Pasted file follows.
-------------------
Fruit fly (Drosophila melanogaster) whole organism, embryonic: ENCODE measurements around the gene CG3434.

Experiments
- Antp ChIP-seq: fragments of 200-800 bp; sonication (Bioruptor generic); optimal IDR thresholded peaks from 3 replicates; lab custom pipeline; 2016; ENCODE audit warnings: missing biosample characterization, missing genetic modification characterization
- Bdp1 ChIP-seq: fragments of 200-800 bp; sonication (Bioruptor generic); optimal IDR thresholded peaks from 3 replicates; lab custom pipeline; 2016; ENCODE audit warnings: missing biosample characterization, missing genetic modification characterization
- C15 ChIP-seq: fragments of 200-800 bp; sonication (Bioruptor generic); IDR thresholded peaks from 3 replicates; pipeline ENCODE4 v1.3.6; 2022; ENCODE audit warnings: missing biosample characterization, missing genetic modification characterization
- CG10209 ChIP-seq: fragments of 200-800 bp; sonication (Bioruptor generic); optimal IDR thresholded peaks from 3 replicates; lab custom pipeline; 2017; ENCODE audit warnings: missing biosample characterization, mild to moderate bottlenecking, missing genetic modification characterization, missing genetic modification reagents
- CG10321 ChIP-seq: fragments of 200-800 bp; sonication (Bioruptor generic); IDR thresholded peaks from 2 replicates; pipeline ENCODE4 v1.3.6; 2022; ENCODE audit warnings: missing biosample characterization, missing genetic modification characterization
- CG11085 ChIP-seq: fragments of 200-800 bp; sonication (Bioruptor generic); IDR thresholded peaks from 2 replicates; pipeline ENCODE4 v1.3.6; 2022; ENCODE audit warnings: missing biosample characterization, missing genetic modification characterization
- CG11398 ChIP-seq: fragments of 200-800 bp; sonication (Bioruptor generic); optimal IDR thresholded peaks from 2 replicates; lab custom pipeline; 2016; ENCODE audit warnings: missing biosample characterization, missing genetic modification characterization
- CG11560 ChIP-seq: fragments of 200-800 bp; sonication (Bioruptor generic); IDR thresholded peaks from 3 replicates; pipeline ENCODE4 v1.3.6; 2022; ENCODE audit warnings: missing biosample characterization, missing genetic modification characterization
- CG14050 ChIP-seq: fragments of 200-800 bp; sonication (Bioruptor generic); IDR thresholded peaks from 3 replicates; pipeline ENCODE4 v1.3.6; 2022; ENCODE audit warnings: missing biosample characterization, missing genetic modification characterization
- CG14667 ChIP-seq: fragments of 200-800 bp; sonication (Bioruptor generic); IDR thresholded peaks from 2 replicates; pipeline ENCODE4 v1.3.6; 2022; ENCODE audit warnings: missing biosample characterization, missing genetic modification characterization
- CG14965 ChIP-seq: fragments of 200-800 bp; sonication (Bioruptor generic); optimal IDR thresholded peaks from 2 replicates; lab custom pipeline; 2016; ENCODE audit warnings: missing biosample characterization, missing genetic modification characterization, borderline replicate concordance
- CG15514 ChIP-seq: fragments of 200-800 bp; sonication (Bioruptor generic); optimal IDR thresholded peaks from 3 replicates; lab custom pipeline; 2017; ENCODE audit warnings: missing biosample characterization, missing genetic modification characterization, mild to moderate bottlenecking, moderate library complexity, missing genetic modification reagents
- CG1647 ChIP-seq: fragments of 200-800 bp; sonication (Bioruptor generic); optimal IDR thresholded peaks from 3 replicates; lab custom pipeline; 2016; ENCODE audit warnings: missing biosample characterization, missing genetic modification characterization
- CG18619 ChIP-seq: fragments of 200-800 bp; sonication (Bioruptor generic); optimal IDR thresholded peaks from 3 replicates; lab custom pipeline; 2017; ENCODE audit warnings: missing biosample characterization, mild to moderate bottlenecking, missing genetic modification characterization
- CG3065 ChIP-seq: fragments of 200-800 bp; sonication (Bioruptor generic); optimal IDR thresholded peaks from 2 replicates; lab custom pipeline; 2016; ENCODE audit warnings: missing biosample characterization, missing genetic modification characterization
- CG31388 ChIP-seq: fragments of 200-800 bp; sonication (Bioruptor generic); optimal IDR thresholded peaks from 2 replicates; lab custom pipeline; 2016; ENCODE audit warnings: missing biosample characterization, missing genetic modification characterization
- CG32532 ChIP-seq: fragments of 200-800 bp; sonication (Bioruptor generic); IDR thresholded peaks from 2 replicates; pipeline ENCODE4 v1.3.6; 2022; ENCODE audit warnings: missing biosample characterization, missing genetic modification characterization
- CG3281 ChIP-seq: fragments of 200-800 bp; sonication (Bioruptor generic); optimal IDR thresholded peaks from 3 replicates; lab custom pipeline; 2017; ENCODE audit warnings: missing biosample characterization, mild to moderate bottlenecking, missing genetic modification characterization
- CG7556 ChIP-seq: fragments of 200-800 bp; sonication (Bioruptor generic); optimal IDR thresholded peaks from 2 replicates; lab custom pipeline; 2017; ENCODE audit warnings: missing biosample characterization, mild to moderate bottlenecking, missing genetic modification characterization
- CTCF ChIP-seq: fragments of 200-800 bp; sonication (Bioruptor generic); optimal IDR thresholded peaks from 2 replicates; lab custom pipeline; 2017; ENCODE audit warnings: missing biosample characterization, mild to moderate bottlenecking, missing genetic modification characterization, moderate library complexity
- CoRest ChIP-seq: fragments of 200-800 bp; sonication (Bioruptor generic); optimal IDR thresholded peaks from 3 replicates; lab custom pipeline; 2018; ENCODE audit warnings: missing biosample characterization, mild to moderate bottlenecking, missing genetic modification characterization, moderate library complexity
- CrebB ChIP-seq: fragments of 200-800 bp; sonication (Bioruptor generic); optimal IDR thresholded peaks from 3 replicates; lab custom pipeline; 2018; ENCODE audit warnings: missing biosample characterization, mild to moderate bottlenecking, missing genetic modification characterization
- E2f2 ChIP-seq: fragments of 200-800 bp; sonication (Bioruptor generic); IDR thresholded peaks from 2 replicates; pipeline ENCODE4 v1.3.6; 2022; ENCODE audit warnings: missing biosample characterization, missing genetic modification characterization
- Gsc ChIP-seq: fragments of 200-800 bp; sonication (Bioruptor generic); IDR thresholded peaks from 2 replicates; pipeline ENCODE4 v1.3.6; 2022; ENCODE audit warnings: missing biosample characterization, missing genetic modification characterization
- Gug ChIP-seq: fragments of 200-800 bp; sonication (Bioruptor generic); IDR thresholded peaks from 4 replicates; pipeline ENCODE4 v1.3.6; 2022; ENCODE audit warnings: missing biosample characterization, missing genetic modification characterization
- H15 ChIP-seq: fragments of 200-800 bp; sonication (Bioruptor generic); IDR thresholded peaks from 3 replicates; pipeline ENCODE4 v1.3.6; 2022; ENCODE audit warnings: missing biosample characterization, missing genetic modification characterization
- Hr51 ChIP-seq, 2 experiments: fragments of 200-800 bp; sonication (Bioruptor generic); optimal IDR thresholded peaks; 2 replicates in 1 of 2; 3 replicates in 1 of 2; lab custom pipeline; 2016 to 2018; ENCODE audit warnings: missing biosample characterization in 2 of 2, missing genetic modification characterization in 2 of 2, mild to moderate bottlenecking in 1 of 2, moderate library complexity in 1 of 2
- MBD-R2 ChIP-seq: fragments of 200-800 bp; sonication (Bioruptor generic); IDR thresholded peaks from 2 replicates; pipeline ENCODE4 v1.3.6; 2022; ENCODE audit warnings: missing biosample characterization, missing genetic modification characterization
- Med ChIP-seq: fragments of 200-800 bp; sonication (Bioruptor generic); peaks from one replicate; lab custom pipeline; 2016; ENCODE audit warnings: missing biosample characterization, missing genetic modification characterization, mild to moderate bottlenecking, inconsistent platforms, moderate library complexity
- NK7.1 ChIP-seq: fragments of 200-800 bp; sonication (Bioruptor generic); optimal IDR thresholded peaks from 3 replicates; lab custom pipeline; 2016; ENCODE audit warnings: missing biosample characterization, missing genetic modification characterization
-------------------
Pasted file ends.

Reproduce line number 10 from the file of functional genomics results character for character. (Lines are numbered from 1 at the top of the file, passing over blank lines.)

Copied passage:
- CG11560 ChIP-seq: fragments of 200-800 bp; sonication (Bioruptor generic); IDR thresholded peaks from 3 replicates; pipeline ENCODE4 v1.3.6; 2022; ENCODE audit warnings: missing biosample characterization, missing genetic modification characterization